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Congress weighs ending Section 230 protections

Congress weighs ending Section 230 protections

Congress Weighs

Congress is debating a proposal that would dramatically limit speech on the internet. The proposed “Legislative Proposal to Sunset Section 230 of the Communications Decency Act” would eliminate the protections granted to internet platform providers under Section 230. This legislation could deal a critical blow to free speech and the internet as we know it.

Section 230 was created in 1996 to help people and businesses connect, innovate and share information. It established the principle that responsibility for online speech lies with the speaker. Section 230 also ensures internet platforms can remove offensive or inappropriate speech without fear of liability.

Eliminating Section 230 would be a gift to trial lawyers eager to make money. Without these protections, anyone could sue website owners for information posted or comments made by individual users. That would add a potentially crippling “litigation tax” to the cost of doing business for any site that allowed public commentary.

It will put the future of many online services and social media sites at risk.

Limiting internet speech protections

Proponents frame this legislation as pushback against Big Tech, but Section 230 protects innovators of all sizes, including small businesses and startups.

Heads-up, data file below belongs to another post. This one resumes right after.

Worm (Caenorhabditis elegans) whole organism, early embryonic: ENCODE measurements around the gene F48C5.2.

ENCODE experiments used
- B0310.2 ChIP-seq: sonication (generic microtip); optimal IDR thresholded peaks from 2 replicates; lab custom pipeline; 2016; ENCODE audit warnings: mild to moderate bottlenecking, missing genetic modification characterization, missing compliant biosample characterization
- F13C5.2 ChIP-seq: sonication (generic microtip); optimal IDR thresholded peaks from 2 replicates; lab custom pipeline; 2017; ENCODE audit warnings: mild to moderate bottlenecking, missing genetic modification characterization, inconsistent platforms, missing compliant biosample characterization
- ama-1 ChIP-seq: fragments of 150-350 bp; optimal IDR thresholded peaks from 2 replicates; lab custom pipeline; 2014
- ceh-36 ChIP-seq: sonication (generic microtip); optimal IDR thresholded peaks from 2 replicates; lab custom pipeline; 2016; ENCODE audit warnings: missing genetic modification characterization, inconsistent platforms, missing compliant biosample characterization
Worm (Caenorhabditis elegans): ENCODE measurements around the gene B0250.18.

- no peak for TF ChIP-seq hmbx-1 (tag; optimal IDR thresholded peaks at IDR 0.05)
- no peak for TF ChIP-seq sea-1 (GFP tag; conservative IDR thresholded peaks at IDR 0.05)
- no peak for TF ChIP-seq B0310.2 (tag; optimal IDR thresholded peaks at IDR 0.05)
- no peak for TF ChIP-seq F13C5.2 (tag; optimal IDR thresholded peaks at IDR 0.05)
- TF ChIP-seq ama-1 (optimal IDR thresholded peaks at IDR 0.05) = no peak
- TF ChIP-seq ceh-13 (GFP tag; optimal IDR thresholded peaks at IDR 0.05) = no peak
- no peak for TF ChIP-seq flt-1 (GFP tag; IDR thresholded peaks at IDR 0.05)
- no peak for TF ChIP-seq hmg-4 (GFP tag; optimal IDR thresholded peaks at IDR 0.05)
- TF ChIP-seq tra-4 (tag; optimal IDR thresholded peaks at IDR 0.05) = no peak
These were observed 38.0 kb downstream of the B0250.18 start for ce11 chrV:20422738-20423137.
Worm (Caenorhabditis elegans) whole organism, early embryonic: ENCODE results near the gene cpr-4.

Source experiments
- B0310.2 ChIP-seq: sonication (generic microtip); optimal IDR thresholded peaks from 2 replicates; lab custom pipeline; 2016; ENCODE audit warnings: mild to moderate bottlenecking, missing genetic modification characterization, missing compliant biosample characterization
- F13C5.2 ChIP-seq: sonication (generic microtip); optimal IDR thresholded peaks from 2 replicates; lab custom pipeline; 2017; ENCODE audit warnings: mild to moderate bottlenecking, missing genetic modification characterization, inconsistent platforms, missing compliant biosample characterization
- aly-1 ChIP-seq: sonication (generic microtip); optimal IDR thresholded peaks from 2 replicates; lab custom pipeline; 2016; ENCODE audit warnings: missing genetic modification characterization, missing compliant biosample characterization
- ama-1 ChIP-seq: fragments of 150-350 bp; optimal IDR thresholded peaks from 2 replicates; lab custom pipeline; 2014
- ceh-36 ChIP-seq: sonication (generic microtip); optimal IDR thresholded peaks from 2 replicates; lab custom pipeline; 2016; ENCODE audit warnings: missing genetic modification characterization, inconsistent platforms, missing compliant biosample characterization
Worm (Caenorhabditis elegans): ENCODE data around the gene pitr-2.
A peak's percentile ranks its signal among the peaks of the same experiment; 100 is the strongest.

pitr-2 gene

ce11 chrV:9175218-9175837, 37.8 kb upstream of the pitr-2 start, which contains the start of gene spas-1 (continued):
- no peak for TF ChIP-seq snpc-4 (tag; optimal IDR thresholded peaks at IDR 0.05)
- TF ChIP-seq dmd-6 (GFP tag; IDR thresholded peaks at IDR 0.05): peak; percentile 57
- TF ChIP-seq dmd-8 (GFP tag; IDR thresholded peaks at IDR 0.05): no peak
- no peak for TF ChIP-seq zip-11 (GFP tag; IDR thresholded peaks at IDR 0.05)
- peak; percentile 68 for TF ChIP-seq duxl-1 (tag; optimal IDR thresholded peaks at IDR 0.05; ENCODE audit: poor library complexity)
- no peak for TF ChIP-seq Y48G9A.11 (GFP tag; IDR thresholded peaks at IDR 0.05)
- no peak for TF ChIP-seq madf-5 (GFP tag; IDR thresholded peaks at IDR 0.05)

It protects church bulletin boards, online newspapers, and microblogs. It also protects our free speech. If Section 230 is weakened, it will leave behind a bleak internet—either an oversanitized version or a free-for-all one.

Sunsetting Section 230 will chill free speech, eliminate tools and functions that Americans rely on, and make the online experience worse for everyone. Claims that Section 230 stands in the way of efforts to stop crimes online ignore the fact that these actions are already prosecutable. If something is illegal in real life, it is illegal on the internet.

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Congress has many complex issues to deal with as technology moves forward. But the one thing Congress should not do is take down the legal framework upholding U.S. innovation. This is the time for anyone who uses internet platforms to make their voice heard—and tell Congress “no thanks” to a proposal that would mean a bleak future for the internet.

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